Enterprise Java

Tracking Application Exceptions With Spring

A few weeks ago a colleague asked me to spend a week doing a support role as he needed cover whilst he took a well earned holiday and he couldn’t find anyone else. As I’d just completed a particularly complex coding project and was feeling a little burnt out, I said ‘yes’; after all the change would do me good.

Part of the job consisted of monitoring a collection of fairly critical backed processes, to see how well they were performing and whether or not they were going wrong.

We developers spend a lot of time and energy adding logging to our application in order to prove that it’s working okay and to figure out what went wrong when an exception occurs. These log files are often used to tell us how well, or badly, our application is performing on a daily basis.

I’m ignoring other techniques such as adding probes to your application by whatever method you choose, such as HTTP or JMX. These provide immediate information on your application rather than the second level monitoring under discussion here.

There are at least three ways of monitoring log files:

  • Never
  • Reactively
  • Proactively

“Never” means what it says. I’m betting that there are those applications that go live, never seem to fail and are never checked.

The “reactive” strategy is very common; Mrs Smith from Doncaster phones up and complains that the web site crashed when she was trying to buy a new pair of shoes. She was charged twice and never received any shoes. In this traditional company, where the roles of DEV and OPS are totally segregated, the developer investigating the problem requests the logs for the time and date of the incident from OPS. The developer, of course, gets back a totally unrelated section of the log and has to re-request the correct section – several times. By that time, a few weeks have gone by and Mrs Smith is irate. The log eventually arrives and the problem is solved.

In this “reactive” scenario, I’m assuming that this is one of those companies when developers are under NO CIRCUMSTANCES trusted or allowed to touch the live servers. It’s all too common and most of us will have been there at some point. Developers should be trusted with access to live systems; however, as a developer, you should remember that there are two golden rules when dealing with live systems:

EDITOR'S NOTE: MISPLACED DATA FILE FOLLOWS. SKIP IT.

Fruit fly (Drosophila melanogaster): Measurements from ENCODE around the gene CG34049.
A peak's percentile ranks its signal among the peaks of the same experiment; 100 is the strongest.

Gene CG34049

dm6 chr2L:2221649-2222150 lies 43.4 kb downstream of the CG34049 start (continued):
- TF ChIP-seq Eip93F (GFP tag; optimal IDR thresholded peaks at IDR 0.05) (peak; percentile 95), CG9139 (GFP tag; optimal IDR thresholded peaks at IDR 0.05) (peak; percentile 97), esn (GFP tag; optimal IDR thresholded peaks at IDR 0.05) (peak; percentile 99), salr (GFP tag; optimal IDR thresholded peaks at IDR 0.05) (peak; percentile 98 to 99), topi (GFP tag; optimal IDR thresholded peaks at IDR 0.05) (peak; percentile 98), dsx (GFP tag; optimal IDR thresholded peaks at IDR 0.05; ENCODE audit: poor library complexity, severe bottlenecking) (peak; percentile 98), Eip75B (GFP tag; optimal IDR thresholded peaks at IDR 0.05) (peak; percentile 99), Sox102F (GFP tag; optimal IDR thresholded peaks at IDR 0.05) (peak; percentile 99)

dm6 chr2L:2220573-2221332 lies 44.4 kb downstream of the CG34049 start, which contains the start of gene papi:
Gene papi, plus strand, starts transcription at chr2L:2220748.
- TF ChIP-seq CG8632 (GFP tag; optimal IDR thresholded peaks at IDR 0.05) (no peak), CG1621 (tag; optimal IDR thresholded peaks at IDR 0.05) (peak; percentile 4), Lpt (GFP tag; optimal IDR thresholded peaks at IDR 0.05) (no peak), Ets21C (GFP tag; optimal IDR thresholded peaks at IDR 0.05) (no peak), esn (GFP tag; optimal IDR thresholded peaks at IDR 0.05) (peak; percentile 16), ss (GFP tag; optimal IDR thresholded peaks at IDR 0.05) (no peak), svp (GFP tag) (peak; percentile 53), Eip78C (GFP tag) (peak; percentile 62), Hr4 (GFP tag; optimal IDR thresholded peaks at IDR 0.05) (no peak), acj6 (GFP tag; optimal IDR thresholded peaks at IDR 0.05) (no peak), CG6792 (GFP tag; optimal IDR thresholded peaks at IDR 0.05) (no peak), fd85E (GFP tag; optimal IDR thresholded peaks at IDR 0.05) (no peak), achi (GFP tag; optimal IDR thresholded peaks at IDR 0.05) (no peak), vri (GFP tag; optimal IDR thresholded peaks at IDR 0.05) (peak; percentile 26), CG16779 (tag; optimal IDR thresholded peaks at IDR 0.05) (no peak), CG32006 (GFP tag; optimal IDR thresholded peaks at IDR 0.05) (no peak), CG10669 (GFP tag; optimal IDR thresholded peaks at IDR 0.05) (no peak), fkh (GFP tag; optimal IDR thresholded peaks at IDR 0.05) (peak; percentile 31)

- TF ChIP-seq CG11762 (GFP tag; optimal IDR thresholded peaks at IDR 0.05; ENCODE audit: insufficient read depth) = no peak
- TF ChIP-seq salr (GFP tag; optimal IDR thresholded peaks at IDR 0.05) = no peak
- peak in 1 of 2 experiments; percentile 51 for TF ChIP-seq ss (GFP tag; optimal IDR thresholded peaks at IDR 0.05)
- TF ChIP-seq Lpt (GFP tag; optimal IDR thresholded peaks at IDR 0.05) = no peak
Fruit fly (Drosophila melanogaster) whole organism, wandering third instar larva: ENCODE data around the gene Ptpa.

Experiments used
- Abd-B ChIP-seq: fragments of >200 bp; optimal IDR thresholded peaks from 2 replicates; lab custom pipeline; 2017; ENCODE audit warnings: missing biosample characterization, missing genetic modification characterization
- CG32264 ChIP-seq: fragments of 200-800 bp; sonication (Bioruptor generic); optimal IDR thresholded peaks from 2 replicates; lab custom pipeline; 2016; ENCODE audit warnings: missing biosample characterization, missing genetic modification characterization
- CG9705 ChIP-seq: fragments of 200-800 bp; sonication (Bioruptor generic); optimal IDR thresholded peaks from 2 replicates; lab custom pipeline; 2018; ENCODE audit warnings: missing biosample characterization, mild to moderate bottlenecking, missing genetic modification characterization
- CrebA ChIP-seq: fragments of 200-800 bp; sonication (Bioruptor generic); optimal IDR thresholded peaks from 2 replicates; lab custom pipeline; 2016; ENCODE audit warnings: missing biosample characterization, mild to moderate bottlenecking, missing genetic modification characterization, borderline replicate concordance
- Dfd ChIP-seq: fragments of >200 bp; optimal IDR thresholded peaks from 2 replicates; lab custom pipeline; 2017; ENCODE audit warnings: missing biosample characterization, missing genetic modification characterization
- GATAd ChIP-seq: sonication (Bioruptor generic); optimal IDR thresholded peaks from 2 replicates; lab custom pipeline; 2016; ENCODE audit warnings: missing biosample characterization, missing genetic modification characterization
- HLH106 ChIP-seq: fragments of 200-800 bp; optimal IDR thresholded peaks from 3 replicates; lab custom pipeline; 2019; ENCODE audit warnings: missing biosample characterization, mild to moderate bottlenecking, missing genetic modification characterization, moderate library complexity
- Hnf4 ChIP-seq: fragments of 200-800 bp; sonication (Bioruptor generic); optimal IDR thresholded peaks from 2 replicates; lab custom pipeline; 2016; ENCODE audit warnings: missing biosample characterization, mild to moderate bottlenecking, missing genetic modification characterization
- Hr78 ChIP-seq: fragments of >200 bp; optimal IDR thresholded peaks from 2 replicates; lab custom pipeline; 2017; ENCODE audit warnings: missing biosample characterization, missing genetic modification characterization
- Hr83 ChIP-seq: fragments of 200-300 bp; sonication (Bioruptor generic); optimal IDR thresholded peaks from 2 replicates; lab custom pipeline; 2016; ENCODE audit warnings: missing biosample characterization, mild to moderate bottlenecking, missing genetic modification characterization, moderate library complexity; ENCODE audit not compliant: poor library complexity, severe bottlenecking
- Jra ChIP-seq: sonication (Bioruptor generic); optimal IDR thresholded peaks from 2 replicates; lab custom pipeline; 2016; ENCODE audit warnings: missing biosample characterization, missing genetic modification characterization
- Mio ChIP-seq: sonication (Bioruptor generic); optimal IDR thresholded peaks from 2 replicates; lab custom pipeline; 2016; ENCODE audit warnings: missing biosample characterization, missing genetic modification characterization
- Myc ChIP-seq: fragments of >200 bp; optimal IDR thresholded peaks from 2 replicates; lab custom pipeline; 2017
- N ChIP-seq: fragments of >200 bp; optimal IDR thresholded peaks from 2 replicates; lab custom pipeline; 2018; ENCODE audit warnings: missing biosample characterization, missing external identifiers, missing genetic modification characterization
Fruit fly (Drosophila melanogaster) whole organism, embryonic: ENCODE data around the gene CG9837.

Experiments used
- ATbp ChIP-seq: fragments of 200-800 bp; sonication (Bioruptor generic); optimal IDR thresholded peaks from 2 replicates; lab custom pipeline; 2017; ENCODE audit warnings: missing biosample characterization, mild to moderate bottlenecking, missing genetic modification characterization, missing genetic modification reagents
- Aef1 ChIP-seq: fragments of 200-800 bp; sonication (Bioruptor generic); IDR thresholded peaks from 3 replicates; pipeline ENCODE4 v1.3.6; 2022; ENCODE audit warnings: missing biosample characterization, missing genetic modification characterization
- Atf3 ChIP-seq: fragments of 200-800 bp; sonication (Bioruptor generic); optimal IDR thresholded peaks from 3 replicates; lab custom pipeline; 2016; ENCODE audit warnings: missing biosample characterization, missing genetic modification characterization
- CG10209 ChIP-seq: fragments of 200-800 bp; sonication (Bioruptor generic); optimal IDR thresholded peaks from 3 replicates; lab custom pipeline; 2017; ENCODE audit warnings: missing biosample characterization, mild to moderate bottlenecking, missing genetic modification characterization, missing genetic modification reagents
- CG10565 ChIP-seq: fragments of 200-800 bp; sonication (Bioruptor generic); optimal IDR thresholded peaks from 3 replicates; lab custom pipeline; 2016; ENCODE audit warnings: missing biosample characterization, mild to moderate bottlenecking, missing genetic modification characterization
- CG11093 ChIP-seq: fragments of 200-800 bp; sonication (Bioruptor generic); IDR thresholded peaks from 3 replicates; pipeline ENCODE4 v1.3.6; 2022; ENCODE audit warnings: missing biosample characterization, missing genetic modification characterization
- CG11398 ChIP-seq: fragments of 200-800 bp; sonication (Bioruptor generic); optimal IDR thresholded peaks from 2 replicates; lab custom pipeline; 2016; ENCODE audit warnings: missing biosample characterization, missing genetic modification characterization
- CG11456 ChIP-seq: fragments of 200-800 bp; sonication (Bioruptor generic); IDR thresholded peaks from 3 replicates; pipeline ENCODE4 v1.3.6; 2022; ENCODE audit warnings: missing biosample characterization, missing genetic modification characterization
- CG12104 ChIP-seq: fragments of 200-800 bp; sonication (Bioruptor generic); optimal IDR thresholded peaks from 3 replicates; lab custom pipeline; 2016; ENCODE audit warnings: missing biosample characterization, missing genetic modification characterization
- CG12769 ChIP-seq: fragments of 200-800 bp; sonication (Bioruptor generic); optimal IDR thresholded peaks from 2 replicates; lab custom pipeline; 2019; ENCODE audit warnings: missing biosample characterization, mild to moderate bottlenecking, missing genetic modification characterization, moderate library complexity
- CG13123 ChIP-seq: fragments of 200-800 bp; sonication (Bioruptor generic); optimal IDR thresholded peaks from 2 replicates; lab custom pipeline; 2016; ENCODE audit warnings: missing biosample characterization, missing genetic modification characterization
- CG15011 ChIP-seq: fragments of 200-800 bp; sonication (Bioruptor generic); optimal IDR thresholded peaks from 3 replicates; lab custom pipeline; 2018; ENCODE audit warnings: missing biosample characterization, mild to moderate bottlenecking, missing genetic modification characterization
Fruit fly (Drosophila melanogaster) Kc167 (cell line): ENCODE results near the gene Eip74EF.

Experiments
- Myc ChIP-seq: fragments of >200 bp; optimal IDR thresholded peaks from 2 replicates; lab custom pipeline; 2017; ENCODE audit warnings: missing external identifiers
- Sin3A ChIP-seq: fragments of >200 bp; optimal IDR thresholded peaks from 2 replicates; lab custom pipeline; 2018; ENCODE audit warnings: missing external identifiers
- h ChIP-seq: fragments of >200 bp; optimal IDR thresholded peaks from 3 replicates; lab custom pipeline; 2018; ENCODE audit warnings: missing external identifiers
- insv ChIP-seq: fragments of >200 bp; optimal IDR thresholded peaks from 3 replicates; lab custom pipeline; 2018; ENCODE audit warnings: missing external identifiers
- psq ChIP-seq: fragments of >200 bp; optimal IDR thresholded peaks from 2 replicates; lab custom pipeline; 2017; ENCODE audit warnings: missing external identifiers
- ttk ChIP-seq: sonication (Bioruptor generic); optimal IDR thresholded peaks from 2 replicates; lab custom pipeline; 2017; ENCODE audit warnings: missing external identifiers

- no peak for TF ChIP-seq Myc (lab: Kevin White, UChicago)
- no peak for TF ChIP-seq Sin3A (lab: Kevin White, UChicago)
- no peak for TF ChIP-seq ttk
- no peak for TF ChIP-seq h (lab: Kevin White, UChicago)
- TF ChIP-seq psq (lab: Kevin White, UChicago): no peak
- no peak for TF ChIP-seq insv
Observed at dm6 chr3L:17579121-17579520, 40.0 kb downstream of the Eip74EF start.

1. Don’t break anything.
  2. If you do break something, make sure you have someone else to blame.

“Proactively” means that log files are checked on a regular basis: daily, hourly or what ever. Even if your application contains a multitude of JMX, http or other probes, there’s no guarantee that they’ll spot a problem. Probes can only probe what you tell them to probe, any other problem is beyond them.

Getting back to my spell on support… for some, probably historical, reason most of this monitoring consisted of manually checking log files for errors using a set of documented ‘grep’ commands via a bit of cut and paste. If you you add the time up spent doing repetitive cut and paste job then I recon that it was consuming approximately ½ a man day per week.

And this got me thinking… I really don’t like doing this kind of task. I’m not very good at at, it’s manual, prone to error, repetitive and very boring. In burning ½ a man day per week it’s obviously going to to be cost effective to automate this task, so long as time isn’t spent faffing about making he solution perfect. So, what options are there?

If you look at the professional end of the scale, then there’s the likes of Splunk which can monitor messages from a multitude of sources such as the syslog daemon.

This means that a simple way of sending errors to Splunk is to simply setup the Log4j syslog appender – but that’s beyond the scope of this blog…

At the quick and dirty end of the spectrum, you could very quickly write a shell script to do a few ‘grep’ commands, writing the results to a file and mailing it your Unix mailbox.

Then I thought about the middle ground. How hard can it be to write a Spring app that contains as many generic, reusable classes as possible, runs periodically checking a whole bunch of error logs and emailing you the results. For this kind of thing, emails are,good, because you generally read them out of habit.

Getting Started

In any project like this, there are those intangible first steps that get the whole thing moving. They form that answer to the question of what classes do you need to write to get this ‘thing’ released? There are many methods of determining what classes you need to write, such as simply picking them out of thin air (gut feel), using a formal design technique such as UML, Rapid Prototyping or Test Driven Design. In each case all you really do is to come up with a few requirements from which the names of some classes pop up. For example, in this case I need to:

  1. Search a given directory and its sub-directories (possibly) looking for files of a particular type.
  2. If a file is found then check its date: does it need to be searched for errors?
  3. If the file is young enough to be checked then validate it, looking for exceptions.
  4. If it contains exceptions, are they the ones we’re looking for or have they been excluded?